So while you are getting to grips with what constitutes “evidential quality” and “frontal identification”, here are some pointers to help you understand what you have to do when someone asks to view your CCTV.
- If you use CCTV at your premises, you must register with the Information Commissioner’s Office (ICO) as a ‘data controller’.
- A data controller has responsibilities to provide CCTV to the police and certain other people where there is an ongoing investigation in respect of crime and disorder. You may also have premises licence conditions setting out your duties to provide CCTV to the police. You should be aware that the Data Protection Act requires the police to be able to justify their requests for CCTV images to be disclosed to them and they should not be simply ‘fishing’ for information.
- Where an individual requests CCTV footage of images of themselves then this is deemed a ‘subject access request’. This may occur, for example, where a customer who has been in your premises requests the CCTV if they believe their property was stolen while they were there and they are making an insurance claim. We have also known of situations where an individual requests CCTV footage because they claim they have been assaulted on the premises. There are many reasons why an individual would want to view the CCTV and you may be required to comply with the request.
- The data controller is not obliged to supply any information to a third party unless they have received a request in writing.
- You can charge a fee for providing the footage. The current maximum is £10, although this is subject to change.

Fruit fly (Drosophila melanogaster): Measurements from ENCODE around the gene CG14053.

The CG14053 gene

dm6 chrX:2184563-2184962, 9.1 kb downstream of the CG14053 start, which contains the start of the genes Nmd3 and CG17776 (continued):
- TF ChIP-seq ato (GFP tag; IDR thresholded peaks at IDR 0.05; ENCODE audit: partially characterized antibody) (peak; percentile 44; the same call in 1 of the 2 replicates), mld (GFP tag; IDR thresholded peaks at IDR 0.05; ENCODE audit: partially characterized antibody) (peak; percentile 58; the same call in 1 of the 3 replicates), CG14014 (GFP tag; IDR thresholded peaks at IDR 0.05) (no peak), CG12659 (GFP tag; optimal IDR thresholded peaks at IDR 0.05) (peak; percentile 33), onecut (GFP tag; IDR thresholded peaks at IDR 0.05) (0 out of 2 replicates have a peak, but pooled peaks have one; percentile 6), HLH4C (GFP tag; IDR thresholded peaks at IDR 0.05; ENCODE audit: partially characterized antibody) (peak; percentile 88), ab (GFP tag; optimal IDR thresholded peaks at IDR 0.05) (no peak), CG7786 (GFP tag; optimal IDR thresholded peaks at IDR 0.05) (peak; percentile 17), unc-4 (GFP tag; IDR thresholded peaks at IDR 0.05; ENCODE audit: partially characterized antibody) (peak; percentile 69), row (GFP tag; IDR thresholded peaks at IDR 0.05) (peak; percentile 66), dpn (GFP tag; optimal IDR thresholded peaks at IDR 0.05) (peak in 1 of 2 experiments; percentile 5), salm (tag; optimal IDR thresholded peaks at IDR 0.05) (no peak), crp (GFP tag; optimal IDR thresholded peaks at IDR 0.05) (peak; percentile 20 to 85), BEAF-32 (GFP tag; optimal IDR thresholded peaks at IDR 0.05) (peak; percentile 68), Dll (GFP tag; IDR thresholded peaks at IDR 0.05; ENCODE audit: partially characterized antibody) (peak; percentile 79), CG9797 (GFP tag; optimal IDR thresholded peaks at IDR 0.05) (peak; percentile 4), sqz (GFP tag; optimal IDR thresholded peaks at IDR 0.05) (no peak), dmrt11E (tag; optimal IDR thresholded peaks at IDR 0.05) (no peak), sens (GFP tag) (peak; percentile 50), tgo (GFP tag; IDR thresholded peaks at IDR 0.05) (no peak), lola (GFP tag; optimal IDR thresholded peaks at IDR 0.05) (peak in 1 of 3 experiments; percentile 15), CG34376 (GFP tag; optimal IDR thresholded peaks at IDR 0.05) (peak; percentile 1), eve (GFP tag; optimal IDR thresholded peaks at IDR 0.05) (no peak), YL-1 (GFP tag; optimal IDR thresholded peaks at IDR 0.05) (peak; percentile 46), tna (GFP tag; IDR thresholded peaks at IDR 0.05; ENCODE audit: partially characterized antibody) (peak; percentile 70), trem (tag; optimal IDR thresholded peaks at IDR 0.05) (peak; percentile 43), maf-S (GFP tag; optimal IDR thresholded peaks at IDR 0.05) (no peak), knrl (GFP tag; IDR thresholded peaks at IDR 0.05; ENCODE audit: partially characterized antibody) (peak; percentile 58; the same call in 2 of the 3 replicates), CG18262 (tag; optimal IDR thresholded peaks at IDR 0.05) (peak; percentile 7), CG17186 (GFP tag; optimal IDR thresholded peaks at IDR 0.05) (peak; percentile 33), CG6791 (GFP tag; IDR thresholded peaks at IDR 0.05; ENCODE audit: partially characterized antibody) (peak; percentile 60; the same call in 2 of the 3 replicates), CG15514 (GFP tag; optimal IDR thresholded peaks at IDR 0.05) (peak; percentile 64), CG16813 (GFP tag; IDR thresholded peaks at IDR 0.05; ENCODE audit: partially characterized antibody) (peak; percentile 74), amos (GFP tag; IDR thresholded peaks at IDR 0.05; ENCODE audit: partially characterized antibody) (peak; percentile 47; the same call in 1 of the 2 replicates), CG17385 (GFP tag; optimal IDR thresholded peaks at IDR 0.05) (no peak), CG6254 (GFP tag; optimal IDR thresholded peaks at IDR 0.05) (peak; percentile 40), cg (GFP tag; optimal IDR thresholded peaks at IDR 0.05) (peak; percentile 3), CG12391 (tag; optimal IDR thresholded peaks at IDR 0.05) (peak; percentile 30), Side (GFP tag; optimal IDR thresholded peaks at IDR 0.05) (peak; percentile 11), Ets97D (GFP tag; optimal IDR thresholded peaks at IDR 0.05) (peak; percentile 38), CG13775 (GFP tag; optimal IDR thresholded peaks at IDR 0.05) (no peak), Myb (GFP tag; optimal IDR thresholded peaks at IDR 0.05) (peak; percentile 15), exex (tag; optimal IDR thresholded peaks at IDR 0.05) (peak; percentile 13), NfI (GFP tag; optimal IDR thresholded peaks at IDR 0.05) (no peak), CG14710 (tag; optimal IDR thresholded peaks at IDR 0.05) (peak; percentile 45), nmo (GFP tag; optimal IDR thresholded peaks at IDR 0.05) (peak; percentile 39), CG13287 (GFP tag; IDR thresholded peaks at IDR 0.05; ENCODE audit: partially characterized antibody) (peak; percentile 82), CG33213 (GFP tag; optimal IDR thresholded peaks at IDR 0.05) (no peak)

- The person making the request must provide you with enough information to establish their identity or locate the information. If you make a reasonable request for more information, you do not have to comply with the subject access request unless that information is required.
- CCTV should be disclosed where it is appropriate and available. However, there must be no risk to the confidentiality of any other person. If providing the information would involve an unfair intrusion into the privacy of a third party or cause them unwarranted harm or distress, then they should be obscured, for example, by blurring the faces of the other parties.
- You should respond to the request within 40 days.
- If you become aware that you have breached your obligations as a data controller, you must inform the ICO of this breach. The penalty for a breach of your obligations as a data controller can range from a ‘warning letter’ and advice from the ICO to a fine.
- The data controller must maintain a log which details requests for CCTV, and a signature should be obtained by those receiving the downloaded images to ensure that they are aware that they now become the data controller for the images provided.
Where you are unsure as to your obligations on disclosing CCTV footage, you should seek legal advice or contact the ICO for guidance.
The ICO provides helpful and detailed advice on its website.